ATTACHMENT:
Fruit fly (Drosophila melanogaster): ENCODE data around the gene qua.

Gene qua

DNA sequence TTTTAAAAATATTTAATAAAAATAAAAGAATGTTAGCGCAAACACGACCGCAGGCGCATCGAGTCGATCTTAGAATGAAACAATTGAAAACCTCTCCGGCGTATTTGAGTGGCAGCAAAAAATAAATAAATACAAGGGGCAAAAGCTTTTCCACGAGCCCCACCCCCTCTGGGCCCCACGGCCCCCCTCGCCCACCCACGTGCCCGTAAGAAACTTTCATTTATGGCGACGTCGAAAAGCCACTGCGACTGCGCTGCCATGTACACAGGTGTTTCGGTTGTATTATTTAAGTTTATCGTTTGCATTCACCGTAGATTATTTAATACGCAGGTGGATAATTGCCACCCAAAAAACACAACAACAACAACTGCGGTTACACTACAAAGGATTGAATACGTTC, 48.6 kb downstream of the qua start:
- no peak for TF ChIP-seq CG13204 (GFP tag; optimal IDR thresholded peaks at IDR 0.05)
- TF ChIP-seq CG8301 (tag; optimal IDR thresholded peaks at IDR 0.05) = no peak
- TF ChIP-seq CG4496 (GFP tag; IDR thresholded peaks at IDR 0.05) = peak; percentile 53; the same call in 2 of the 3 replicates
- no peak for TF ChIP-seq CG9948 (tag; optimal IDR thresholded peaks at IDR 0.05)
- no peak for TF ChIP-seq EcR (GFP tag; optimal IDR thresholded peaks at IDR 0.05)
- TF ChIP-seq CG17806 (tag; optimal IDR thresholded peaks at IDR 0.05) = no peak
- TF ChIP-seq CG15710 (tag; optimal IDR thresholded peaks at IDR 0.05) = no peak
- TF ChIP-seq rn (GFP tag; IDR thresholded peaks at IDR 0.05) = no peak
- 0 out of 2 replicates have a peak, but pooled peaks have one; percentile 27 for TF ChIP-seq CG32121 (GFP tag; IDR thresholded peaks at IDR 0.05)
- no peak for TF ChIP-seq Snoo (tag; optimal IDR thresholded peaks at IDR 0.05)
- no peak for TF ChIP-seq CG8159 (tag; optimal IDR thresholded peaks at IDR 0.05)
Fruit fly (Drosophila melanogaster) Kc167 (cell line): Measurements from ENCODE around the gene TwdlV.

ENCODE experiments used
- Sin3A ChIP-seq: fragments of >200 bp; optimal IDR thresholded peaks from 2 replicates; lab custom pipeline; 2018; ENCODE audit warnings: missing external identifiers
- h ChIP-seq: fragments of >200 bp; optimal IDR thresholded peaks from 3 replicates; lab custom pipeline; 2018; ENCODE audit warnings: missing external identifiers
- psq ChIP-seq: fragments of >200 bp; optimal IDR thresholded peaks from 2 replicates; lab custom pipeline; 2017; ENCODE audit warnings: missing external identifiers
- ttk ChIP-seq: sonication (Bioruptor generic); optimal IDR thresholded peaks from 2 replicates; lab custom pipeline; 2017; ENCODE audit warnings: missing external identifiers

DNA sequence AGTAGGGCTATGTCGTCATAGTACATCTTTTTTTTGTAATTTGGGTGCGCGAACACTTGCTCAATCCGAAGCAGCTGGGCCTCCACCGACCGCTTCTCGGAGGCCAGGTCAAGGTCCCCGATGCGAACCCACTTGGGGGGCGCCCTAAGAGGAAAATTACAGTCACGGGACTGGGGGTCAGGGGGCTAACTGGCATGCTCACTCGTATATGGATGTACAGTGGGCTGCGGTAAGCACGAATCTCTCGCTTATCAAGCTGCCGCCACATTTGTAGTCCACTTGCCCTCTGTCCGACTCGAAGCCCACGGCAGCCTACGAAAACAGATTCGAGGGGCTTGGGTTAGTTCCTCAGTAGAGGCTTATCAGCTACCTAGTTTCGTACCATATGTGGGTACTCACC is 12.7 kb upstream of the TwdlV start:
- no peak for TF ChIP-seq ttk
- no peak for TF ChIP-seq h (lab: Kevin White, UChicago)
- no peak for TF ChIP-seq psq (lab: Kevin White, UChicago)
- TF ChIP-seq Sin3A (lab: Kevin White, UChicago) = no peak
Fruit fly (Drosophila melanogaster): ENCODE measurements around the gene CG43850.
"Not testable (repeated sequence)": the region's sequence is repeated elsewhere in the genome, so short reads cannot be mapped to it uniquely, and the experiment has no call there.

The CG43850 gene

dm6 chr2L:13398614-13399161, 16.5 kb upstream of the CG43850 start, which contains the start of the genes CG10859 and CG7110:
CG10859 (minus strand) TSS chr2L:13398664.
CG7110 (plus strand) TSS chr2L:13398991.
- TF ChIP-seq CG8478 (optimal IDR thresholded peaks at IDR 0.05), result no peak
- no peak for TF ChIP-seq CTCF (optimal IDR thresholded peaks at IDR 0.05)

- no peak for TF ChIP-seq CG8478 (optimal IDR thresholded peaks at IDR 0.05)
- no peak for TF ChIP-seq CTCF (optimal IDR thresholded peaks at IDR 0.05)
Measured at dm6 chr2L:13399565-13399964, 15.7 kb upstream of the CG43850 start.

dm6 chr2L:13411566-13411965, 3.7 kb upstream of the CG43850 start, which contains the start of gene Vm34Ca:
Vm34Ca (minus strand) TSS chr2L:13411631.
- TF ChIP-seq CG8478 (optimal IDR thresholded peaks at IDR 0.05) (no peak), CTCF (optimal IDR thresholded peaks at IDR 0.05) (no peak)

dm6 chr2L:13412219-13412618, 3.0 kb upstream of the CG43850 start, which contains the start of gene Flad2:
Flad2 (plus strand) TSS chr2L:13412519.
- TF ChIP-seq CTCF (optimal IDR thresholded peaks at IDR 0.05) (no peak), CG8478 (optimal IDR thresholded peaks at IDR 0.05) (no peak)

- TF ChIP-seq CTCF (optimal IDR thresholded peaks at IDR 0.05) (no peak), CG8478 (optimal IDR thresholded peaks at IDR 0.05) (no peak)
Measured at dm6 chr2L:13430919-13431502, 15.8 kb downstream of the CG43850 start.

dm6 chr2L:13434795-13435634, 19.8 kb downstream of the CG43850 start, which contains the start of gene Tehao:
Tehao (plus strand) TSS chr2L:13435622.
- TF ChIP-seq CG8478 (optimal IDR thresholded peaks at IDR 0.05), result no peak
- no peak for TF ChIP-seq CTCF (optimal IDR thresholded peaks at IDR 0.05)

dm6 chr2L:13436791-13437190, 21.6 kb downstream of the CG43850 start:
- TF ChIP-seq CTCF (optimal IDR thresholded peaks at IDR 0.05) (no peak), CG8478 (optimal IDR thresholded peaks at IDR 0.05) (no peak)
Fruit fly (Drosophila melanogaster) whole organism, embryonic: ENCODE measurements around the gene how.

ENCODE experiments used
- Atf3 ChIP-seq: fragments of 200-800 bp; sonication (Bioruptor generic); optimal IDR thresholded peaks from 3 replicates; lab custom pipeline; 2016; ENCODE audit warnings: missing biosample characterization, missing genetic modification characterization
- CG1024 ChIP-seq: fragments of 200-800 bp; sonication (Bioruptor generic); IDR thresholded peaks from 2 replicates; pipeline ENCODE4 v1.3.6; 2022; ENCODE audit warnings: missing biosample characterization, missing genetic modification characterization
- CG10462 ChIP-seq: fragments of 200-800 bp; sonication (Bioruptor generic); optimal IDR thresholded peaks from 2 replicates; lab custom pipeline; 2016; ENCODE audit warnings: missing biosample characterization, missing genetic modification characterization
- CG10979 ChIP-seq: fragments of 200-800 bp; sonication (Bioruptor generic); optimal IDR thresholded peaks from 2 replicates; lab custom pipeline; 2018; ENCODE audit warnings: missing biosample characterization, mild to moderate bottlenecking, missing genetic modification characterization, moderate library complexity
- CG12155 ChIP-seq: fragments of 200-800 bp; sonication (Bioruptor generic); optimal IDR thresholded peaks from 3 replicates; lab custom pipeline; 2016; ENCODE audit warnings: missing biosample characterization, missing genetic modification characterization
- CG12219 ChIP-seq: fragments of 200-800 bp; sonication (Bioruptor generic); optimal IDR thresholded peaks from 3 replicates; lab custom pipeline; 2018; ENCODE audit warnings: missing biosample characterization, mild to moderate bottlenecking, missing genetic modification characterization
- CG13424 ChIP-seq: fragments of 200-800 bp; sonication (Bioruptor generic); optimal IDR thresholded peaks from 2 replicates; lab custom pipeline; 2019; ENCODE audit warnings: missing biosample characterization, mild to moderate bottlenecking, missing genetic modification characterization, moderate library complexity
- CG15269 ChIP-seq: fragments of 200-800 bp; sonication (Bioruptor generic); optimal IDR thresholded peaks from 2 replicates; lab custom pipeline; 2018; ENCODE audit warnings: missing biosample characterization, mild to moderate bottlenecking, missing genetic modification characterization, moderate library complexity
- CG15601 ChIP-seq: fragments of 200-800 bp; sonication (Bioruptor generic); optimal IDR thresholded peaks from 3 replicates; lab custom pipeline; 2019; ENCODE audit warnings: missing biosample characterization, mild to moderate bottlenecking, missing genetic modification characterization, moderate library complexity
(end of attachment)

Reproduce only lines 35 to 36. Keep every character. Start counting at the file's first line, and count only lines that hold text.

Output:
- no peak for TF ChIP-seq CTCF (optimal IDR thresholded peaks at IDR 0.05)
Measured at dm6 chr2L:13399565-13399964, 15.7 kb upstream of the CG43850 start.